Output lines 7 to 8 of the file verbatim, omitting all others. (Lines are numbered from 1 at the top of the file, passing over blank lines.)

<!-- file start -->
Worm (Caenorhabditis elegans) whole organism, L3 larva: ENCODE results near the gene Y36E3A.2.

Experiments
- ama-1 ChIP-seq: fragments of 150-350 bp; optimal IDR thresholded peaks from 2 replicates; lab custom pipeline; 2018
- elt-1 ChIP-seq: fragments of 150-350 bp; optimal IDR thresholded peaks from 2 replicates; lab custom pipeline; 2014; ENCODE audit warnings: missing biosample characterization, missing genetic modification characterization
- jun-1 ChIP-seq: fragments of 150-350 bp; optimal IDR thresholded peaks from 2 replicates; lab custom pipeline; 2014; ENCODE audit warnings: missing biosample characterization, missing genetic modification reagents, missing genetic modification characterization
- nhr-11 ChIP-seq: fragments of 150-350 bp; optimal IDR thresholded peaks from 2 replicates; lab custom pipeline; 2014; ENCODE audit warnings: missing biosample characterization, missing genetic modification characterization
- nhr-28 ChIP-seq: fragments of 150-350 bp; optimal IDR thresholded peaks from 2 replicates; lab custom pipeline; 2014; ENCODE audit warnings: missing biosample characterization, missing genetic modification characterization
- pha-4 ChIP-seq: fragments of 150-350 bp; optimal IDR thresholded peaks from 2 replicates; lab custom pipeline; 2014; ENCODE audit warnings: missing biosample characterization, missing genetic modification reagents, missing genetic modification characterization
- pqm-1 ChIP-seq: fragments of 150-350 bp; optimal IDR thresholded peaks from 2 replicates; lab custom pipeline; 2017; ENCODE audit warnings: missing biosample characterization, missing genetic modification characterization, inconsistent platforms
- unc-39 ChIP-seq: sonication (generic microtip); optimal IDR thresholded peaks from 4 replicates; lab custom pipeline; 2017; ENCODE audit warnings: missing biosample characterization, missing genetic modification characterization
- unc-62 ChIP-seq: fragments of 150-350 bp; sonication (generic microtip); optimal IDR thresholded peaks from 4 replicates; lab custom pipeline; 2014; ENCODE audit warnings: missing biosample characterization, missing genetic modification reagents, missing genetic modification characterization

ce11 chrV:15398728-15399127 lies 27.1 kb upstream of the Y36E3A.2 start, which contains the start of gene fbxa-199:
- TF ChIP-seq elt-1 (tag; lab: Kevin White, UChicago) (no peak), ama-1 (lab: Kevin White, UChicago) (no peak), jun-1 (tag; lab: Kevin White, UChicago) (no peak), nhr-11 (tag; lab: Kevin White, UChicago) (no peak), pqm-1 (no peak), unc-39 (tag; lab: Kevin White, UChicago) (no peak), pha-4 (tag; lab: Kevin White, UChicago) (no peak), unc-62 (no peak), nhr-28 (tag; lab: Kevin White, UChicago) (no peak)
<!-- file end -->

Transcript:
- nhr-28 ChIP-seq: fragments of 150-350 bp; optimal IDR thresholded peaks from 2 replicates; lab custom pipeline; 2014; ENCODE audit warnings: missing biosample characterization, missing genetic modification characterization
- pha-4 ChIP-seq: fragments of 150-350 bp; optimal IDR thresholded peaks from 2 replicates; lab custom pipeline; 2014; ENCODE audit warnings: missing biosample characterization, missing genetic modification reagents, missing genetic modification characterization